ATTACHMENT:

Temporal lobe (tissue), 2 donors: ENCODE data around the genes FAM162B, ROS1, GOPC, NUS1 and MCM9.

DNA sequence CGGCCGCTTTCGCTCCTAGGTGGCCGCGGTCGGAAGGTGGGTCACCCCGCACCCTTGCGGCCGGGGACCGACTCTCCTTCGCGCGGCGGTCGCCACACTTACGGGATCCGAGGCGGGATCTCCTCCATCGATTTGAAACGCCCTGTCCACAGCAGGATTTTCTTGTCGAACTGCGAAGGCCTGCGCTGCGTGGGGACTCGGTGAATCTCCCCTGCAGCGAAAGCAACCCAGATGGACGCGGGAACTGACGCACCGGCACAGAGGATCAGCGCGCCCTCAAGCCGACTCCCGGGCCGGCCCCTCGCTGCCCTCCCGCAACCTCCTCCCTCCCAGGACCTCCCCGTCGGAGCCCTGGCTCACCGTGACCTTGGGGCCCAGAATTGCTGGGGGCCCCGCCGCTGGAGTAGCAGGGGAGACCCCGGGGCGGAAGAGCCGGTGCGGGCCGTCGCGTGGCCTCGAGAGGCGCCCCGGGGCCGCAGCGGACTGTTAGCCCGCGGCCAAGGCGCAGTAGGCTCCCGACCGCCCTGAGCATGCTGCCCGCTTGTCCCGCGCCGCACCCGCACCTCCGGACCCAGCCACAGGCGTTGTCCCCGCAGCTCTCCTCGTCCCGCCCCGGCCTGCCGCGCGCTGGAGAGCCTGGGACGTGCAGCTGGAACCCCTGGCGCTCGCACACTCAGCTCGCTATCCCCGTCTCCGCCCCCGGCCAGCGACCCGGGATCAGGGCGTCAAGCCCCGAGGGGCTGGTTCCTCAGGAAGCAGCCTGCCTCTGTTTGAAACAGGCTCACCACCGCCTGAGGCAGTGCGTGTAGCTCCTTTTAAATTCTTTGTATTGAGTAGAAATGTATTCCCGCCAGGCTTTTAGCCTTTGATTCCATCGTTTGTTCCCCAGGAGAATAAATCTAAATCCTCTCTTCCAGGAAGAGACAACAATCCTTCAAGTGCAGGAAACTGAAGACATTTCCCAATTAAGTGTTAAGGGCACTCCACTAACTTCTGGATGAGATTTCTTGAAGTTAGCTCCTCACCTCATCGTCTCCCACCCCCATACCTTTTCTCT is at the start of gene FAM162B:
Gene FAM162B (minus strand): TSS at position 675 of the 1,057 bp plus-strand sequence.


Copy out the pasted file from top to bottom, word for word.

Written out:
Temporal lobe (tissue), 2 donors: ENCODE data around the genes FAM162B, ROS1, GOPC, NUS1 and MCM9.

DNA sequence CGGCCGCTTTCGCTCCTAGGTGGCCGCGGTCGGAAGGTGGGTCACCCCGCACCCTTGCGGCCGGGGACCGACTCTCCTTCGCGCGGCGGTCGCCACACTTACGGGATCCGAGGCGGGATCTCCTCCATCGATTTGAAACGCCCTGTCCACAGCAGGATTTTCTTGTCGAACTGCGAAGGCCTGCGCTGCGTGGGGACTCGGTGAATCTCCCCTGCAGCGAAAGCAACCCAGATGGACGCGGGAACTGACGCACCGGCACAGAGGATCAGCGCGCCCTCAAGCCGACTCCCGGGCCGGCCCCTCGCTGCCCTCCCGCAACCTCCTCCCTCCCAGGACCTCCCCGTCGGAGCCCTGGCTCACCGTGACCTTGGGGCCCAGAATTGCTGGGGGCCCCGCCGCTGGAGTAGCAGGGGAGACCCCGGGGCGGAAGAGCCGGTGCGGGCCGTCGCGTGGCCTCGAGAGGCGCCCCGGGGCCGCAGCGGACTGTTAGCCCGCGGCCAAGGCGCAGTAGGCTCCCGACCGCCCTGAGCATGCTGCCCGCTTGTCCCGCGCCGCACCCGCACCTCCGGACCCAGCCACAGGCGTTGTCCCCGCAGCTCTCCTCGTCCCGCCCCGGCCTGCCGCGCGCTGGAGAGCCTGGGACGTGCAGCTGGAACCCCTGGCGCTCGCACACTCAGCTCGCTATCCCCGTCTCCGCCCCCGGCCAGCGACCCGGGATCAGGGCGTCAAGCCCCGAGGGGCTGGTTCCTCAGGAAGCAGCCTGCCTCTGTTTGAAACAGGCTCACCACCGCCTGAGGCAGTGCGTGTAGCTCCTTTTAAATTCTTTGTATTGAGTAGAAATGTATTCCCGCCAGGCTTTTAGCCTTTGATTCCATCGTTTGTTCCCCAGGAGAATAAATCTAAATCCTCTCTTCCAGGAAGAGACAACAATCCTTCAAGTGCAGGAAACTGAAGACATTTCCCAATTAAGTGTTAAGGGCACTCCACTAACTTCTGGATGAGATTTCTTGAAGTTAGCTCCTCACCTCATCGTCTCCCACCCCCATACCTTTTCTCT is at the start of gene FAM162B:
Gene FAM162B (minus strand): TSS at position 675 of the 1,057 bp plus-strand sequence.